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Predictors of morbidity and mortality amongst pediatric burn injury patients in Northern Tanzania

Semester: Summer 2023

Presentation description

Burn injuries disproportionately impact children in low- and middle-income countries (LMICs), with the highest incidence in Sub-Saharan Africa. The mortality rate of pediatric burn injuries is seven times higher in LMICs than in high-income countries. However, there is limited data that shows what exactly increases the risk of mortality and morbidity in pediatric burn injury patients.
Using an existing pediatric injury registry at Kilimanjaro Christian Medical Centre (KCMC) in Northern Tanzania, our project aims to evaluate if burn severity (using total body surface area), age, and sex are associated with an increase in mortality and morbidity, in pediatric burn patients.
In this quantitative study, we analyzed pediatric burn patients less than 18 years old who presented with an acute burn injury that occurred less than 30 days before presentation. We summarized patient demographics, acute presentation information, care details, and outcomes using descriptive statistics. Differences in these statistics by burn severity were assessed and regression modeling was used to determine outcome associations.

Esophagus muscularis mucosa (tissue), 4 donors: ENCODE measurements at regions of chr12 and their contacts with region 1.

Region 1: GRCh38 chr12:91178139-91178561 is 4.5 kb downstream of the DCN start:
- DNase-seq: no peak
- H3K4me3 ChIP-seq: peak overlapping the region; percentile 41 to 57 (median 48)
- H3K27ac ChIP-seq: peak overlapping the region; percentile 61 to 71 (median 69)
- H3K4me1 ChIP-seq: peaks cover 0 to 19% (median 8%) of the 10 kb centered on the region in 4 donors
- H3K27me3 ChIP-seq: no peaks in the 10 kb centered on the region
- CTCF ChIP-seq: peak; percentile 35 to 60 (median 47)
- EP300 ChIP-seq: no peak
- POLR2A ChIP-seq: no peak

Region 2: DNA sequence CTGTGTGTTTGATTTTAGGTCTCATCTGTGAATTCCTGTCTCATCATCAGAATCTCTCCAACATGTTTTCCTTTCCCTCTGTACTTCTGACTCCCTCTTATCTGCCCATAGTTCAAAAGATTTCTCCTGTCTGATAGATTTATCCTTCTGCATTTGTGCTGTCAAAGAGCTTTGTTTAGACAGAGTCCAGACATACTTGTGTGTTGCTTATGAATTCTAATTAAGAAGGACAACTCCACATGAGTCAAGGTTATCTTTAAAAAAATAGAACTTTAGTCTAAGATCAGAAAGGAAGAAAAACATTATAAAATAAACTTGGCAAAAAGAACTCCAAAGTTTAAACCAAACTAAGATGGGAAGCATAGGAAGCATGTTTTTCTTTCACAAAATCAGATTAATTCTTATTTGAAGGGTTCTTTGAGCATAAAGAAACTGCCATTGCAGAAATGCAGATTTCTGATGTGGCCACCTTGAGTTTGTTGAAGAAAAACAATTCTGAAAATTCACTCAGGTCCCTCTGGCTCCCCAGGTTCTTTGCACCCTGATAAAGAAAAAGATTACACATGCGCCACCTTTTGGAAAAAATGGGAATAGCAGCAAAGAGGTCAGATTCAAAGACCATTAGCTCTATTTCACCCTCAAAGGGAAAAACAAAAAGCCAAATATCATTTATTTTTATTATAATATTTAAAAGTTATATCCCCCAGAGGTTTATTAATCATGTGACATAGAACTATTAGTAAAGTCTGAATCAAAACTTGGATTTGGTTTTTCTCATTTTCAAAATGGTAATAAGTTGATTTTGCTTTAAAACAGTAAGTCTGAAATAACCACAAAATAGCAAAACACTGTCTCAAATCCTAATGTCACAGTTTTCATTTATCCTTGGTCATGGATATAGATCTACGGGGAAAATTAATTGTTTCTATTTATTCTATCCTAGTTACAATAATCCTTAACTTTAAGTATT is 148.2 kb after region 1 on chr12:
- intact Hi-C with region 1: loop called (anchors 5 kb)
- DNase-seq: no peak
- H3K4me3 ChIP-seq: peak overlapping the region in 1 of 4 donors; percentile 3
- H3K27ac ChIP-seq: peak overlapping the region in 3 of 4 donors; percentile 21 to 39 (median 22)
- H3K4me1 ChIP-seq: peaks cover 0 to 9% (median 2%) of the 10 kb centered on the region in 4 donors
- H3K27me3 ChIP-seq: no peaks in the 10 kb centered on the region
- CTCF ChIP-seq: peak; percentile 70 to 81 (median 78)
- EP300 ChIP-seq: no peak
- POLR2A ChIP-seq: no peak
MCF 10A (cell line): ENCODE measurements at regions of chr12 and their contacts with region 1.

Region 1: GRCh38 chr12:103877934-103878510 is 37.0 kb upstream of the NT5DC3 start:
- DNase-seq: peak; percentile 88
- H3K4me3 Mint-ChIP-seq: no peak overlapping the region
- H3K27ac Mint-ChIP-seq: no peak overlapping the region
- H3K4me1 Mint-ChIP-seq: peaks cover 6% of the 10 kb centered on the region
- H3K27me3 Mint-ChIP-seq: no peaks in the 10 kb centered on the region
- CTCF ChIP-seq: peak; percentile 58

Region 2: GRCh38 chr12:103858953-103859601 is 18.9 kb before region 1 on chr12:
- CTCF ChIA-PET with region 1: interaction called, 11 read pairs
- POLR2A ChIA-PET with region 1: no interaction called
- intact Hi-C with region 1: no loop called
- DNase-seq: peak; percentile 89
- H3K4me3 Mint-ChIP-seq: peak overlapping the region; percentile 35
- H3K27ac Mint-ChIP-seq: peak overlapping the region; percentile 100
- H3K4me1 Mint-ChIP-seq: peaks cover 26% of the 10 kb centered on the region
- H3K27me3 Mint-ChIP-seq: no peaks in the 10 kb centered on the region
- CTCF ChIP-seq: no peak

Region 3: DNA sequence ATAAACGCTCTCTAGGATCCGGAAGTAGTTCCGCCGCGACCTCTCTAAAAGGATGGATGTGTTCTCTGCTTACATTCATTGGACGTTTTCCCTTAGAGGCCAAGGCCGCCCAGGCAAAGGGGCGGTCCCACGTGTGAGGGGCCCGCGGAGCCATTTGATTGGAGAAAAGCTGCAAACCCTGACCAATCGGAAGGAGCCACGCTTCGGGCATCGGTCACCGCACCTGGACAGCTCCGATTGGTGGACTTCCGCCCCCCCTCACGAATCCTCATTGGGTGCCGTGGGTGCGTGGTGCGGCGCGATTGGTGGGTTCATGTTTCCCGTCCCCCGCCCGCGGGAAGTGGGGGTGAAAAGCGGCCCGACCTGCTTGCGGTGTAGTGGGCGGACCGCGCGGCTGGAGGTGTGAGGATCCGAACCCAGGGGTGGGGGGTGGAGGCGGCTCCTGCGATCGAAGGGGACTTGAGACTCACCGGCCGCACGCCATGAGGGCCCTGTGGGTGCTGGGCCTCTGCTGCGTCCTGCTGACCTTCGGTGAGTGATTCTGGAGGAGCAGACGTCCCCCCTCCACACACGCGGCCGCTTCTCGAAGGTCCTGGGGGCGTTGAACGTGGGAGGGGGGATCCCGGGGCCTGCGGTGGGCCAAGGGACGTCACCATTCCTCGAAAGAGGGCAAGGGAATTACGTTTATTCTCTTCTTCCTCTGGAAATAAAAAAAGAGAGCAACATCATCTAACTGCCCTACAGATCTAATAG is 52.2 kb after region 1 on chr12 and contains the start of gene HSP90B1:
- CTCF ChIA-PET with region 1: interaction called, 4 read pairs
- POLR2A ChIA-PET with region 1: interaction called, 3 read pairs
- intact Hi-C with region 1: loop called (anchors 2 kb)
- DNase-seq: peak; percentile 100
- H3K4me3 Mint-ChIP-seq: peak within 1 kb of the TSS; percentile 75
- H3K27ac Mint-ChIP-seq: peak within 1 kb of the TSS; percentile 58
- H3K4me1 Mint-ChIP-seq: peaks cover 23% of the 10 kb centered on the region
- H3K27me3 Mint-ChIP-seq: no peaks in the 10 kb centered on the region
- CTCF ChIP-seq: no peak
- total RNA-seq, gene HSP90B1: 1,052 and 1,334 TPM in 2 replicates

We enrolled a total of 92 pediatric burn injury patients from November 2020 to July 2023. 55.4% were females and the majority were 0-5 years old (84.8%, N=78). The mortality rate was 22.8% (N=21). Pediatric burn injury patients with severe burns had a higher mortality rate of 48.6%, and children with severe burns had a 8.0 higher odds of dying than those with mild or moderate burns (p=0.002). The factors associated with in-hospital morbidity and mortality were burn severity, length of stay, ICU admission, and abnormal Glasgow Coma Score.
The mortality rate of pediatric burn patients in our cohort was high, especially in children with severe burns. In order to reduce morbidity and mortality, interventions should be developed that target children with severe burns, longer lengths of stay, and abnormal mental status at presentation.

Presenter Name: Jonah Holiday
Presentation Type: Poster
Presentation Format: In Person
Presentation #76
College: Medicine
School / Department: Pediatrics
Research Mentor: Elizabeth Keating
Date | Time: Thursday, Aug 3rd | 10:30 AM